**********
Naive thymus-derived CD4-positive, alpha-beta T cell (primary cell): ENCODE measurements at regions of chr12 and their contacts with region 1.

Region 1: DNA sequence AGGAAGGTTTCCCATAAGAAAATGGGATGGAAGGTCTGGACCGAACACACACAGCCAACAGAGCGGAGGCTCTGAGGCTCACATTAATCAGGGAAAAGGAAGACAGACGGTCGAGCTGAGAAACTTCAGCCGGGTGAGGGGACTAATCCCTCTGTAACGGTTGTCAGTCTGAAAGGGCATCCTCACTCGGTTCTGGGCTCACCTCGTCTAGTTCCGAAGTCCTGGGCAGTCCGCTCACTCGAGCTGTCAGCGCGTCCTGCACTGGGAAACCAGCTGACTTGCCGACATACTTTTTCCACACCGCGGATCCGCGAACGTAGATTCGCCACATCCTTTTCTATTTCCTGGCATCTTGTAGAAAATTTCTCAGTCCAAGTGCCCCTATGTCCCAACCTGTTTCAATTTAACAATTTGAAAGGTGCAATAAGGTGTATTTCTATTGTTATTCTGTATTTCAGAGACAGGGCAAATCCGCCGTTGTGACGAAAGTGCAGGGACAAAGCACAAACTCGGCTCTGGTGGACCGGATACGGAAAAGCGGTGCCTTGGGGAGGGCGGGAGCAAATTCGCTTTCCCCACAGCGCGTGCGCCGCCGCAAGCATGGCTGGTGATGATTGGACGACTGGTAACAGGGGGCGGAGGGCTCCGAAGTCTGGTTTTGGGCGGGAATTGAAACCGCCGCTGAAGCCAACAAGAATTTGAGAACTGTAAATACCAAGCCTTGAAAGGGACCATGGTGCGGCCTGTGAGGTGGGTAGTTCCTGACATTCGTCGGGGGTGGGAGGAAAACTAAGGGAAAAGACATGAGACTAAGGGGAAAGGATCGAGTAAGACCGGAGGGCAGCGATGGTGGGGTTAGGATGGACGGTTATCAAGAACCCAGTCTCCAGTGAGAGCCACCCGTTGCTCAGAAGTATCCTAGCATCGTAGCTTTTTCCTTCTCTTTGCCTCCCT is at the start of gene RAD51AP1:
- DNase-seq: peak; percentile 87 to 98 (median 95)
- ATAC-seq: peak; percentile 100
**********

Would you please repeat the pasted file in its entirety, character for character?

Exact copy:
Naive thymus-derived CD4-positive, alpha-beta T cell (primary cell): ENCODE measurements at regions of chr12 and their contacts with region 1.

Region 1: DNA sequence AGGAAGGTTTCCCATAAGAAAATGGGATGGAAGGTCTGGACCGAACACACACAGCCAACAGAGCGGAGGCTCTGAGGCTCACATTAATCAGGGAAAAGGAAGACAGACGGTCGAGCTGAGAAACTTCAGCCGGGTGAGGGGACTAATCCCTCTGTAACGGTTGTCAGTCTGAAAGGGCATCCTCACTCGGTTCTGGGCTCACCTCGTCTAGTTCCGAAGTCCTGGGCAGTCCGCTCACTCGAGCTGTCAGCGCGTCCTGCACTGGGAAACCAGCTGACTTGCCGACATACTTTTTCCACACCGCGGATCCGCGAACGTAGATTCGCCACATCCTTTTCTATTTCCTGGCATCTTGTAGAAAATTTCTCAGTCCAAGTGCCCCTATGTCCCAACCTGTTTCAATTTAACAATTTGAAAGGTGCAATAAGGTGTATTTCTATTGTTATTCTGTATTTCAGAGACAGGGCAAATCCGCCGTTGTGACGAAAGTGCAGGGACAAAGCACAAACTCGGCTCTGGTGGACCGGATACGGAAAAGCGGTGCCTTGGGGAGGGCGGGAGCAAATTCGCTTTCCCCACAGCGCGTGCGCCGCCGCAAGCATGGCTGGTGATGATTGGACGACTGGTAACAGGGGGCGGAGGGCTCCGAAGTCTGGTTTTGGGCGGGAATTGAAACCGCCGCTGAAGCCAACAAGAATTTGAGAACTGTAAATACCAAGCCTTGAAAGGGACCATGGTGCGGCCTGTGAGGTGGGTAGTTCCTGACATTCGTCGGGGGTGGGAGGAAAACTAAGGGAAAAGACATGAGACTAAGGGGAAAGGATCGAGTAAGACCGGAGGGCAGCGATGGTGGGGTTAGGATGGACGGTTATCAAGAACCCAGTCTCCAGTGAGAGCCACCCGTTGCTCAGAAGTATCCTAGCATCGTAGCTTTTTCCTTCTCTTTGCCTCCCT is at the start of gene RAD51AP1:
- DNase-seq: peak; percentile 87 to 98 (median 95)
- ATAC-seq: peak; percentile 100